Making a Bee Line for NYC’s High Line

Design, Landscape, Travel

Mix one long weekend with the beginning of Spring and you’ll find me in New York City celebrating my friend Vince’s birthday with a bunch of best pals.

No sooner had I arrived than I met up with my eco-friendly landscape architect bud Dan Nuttall and made a bee line to the High Line green space.

The High Line was an elevated rail corridor constructed in the 1930s which ran through the city’s largest industrial district on Manhattan’s West Side. It runs from Gansevoort Street in The Meatpacking District to 34th Street between 10th and 11th Avenues.

By the 1980s trains no longer operated on it and the High Line fell into disrepair, becoming a target for demolition. What was deemed urban blight by some became a cause for preservationists who wanted to maintain the structure as an elevated public park.

After nearly a decade of navigating through the urban revitalization process, a portion of the High Line opened in June 2009, and has now had over 2 million visitors. I can see why.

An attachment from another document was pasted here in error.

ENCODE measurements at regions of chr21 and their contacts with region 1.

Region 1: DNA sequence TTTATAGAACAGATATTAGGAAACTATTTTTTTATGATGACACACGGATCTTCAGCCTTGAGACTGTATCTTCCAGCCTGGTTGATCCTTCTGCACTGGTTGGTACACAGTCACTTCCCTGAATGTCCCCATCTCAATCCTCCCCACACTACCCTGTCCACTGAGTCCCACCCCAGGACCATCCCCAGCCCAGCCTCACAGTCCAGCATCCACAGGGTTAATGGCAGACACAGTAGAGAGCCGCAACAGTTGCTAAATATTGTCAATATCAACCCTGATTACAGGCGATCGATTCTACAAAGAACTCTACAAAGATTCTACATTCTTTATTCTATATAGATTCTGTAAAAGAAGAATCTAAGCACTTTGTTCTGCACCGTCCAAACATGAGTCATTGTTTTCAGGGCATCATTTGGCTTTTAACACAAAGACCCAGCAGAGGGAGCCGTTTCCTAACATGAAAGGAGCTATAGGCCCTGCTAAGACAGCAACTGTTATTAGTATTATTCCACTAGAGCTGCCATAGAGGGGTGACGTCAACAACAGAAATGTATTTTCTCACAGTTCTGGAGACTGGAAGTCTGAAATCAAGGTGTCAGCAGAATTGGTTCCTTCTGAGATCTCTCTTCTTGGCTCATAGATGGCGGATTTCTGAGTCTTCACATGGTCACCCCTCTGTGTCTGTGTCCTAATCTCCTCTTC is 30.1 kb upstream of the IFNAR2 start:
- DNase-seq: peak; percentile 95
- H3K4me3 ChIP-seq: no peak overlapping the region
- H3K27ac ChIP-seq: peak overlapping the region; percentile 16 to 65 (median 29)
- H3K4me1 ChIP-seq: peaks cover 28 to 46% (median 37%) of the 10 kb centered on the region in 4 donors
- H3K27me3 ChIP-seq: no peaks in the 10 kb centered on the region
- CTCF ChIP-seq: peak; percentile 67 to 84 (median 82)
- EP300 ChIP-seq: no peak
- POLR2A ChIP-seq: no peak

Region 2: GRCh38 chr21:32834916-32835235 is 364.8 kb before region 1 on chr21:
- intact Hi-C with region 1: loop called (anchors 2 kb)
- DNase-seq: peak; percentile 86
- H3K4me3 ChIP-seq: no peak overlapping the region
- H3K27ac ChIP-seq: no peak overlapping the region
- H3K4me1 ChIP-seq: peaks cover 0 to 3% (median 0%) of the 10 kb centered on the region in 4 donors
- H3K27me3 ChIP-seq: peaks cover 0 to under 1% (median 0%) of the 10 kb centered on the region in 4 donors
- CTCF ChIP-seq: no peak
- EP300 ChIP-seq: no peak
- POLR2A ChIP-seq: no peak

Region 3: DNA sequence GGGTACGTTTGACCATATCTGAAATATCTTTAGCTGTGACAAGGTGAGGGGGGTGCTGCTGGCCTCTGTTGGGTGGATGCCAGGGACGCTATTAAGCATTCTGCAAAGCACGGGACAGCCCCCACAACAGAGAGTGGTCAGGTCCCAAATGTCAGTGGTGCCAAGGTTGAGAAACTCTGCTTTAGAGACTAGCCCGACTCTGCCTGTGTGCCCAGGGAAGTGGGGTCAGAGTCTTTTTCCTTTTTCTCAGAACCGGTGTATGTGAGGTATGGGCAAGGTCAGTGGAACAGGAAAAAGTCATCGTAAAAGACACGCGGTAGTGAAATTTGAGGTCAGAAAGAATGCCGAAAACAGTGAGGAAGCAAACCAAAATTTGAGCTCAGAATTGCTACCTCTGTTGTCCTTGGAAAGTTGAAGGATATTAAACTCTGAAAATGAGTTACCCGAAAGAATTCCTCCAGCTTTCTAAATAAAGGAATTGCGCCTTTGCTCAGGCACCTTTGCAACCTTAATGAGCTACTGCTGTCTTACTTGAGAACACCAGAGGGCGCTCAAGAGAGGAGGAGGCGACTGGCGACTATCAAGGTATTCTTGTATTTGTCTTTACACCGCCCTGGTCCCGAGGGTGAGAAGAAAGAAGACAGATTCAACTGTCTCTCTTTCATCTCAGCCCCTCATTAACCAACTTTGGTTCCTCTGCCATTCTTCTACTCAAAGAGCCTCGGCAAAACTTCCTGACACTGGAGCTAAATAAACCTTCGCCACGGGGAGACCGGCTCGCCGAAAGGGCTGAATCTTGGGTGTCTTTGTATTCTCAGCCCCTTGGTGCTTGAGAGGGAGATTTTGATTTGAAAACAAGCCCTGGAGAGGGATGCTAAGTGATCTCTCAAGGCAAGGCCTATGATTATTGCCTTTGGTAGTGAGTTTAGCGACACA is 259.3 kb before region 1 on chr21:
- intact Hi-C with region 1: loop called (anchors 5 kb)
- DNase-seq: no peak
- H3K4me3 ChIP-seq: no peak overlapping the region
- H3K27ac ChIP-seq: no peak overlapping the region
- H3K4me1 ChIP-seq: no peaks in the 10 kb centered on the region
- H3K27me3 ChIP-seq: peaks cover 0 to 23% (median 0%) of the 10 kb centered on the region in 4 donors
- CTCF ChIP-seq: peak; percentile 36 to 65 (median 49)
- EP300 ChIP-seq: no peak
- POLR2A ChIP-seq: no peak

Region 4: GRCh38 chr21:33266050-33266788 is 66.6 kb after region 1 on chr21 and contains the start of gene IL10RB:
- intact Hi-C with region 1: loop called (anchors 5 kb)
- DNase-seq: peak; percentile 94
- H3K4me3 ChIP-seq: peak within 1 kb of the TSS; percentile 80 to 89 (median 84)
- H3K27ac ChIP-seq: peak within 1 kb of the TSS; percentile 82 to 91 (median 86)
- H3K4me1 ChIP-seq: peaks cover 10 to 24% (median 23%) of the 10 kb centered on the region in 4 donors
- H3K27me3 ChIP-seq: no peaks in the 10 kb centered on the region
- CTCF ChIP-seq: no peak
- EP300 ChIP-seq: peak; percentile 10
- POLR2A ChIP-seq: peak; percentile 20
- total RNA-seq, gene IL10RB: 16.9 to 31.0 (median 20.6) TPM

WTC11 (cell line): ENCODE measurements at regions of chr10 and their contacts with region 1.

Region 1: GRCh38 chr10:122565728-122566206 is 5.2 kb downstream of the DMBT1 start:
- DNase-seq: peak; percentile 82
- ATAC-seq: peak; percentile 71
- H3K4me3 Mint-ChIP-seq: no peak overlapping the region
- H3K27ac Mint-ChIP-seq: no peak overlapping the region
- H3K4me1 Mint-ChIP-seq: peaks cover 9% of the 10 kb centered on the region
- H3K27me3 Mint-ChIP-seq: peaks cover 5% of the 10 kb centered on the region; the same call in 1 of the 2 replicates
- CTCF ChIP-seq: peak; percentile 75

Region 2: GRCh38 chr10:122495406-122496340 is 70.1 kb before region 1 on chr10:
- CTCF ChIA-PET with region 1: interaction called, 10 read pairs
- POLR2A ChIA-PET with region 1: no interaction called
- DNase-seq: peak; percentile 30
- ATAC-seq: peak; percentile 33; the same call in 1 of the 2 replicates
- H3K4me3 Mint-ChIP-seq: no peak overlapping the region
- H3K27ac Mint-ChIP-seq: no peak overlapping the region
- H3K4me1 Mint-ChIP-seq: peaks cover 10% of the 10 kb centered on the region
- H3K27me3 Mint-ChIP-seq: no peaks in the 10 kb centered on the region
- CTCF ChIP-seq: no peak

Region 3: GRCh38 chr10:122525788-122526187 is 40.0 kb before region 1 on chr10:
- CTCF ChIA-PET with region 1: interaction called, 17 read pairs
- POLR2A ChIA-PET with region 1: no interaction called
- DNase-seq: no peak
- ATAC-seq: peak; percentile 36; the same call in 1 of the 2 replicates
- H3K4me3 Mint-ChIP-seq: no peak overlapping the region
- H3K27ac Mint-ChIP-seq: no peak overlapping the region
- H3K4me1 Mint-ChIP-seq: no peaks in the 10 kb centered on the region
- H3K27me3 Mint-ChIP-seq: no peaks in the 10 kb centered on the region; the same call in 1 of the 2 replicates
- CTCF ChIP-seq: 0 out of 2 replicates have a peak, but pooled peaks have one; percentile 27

It’s breath-taking!

Designed by James Corner of Field Operations, a landscape architecture firm, the restoration retained the original structure and rail line materials, a residue of the city’s abandoned industrial fabric. With the additional expertise of Piet Oudolf, a Dutch garden designer who is renowned for his planting designs, the design programme also integrated the native plant species that had self-seeded on The High Line’s elevated tracks since the trains had stopped running 25 years earlier. What was once considered obsolete has been reinvented into a pedestrian-friendly green ribbon threading its way through the city.

As a pro-urbanite whose passion (and business) includes the adaptive reuse of former factories into live/work loft spaces, The High Line is a ‘must-see’. It’s a celebration of the reinvention, restoration and preservation of a former industrial site into a new use that serves the modern-day city more appropriately.

It just doesn’t get better than that!

Learn more about the High Line!

~ Steven

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